Time difference between top finishers
I’ve put together a list of the finishing times of this seasons Ironman races and have observed the following:
- The top 3 in a women’s race are usually closer together than the men. (The median time difference between 1-2 and 1-3 are 5 minutes and 11 minutes for the women versus 7 minutes and 12 minutes for the men.)
- After that the men are a bit closer together (for 1-4/1-5/1-6 we have 14/18/22 minutes for the men and 16/22/26 for the women).
- Even so, the women’s differences are a lot smaller than what could be expected from the “raw” number of athletes. (Half as many athletes usually implies that the time difference should be twice as large.)
- In a women’s race, we also see more changes in the lead between T2 and the finish (in the women’s races, the winner was not leading after the bike in 17 races, in the men’s the lead changed in only 12 races).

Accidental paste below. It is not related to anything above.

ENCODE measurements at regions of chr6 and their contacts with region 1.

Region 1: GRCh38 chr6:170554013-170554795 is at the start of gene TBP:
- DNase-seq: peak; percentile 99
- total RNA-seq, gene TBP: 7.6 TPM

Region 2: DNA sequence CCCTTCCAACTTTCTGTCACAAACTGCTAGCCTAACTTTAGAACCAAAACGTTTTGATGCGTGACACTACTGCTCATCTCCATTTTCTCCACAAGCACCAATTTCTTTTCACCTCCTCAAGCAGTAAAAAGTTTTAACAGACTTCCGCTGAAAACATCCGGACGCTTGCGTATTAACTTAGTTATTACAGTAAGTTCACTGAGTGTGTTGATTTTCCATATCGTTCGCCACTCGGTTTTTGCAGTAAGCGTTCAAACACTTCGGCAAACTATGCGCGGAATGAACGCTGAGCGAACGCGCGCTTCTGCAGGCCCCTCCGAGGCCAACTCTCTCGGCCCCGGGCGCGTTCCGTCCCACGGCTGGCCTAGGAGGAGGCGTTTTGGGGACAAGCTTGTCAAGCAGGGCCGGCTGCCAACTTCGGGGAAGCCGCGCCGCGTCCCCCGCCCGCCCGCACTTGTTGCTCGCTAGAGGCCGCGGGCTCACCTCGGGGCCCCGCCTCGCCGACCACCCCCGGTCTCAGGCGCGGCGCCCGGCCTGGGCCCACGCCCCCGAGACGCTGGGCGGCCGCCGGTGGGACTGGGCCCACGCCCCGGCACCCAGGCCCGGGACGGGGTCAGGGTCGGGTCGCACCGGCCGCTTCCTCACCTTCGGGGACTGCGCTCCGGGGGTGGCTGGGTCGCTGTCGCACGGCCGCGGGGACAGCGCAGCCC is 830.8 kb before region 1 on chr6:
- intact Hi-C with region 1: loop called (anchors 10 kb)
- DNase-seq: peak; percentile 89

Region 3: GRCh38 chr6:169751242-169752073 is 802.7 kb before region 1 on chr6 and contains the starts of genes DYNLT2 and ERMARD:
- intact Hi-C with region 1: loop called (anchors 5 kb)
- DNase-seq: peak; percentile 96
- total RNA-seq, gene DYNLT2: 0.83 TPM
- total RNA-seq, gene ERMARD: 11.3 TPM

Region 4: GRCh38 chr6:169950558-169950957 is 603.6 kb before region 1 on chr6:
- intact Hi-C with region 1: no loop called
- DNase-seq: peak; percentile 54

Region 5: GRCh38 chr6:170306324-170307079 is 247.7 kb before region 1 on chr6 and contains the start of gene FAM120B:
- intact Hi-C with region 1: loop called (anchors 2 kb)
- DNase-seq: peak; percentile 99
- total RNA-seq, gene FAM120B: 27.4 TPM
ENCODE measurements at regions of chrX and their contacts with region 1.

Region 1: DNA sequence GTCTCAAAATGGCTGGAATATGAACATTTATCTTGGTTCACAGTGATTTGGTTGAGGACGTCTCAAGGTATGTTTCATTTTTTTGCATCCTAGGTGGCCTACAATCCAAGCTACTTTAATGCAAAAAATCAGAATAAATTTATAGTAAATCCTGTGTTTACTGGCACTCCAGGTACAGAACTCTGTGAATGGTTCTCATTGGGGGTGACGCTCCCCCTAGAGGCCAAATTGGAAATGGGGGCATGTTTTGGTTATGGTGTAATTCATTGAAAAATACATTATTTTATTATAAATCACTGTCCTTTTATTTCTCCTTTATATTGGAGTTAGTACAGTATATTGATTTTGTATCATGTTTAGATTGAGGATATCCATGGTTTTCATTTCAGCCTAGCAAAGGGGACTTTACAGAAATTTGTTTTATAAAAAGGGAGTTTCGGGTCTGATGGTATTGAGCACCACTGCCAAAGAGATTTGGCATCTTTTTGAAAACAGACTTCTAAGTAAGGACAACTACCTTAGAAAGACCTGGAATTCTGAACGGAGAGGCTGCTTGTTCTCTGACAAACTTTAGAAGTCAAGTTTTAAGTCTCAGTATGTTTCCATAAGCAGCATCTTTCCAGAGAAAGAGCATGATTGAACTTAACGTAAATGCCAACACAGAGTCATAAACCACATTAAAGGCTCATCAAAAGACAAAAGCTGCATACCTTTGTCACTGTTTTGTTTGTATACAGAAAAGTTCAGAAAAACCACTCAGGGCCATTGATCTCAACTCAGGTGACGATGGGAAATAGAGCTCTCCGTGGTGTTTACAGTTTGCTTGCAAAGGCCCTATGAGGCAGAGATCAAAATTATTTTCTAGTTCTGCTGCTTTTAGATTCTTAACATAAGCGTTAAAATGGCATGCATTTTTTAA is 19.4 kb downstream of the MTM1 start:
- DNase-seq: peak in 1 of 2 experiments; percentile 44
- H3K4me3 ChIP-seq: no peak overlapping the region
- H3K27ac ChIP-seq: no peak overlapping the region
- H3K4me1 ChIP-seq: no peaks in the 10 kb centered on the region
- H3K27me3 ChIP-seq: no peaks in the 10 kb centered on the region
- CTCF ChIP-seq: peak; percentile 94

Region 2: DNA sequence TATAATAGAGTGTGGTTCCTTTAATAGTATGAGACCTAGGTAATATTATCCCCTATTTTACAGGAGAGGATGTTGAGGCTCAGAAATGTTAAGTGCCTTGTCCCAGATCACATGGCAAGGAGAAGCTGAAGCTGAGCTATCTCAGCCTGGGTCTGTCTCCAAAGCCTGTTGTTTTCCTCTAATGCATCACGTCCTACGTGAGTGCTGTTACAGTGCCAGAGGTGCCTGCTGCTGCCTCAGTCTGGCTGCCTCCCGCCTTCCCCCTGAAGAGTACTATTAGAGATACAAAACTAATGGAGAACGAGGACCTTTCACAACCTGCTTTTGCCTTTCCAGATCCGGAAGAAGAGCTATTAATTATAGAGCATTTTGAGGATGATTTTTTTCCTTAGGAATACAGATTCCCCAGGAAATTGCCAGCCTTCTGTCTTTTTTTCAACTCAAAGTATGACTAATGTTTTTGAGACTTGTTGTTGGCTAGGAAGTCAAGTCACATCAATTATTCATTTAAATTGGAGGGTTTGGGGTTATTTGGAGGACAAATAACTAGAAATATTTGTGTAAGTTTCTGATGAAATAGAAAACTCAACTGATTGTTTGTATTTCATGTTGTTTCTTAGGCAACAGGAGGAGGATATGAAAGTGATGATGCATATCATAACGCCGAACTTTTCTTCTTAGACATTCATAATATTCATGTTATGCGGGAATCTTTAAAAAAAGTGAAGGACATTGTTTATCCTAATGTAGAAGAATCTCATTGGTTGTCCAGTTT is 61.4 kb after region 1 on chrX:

To sum up, a women’s race can be more exciting that a men’s race. However, if you want to properly follow the race, this requires a “clean” women’s race and similar coverage which is another issue that should be addressed by WTC and race organizers.
Difference between top TTR rated athletes
My own rating system (“Thorsten’s Triathlon Rating” or TTR) takes all professional finishes over the Ironman distance into account (not just WTC races, and also over a longer period of time than the KPR which just looks at the current season). Here is a graph that show the relative difference (in %) to the top ranked athlete (Andreas Raelert for the men, Mirinda Carefrae for the women):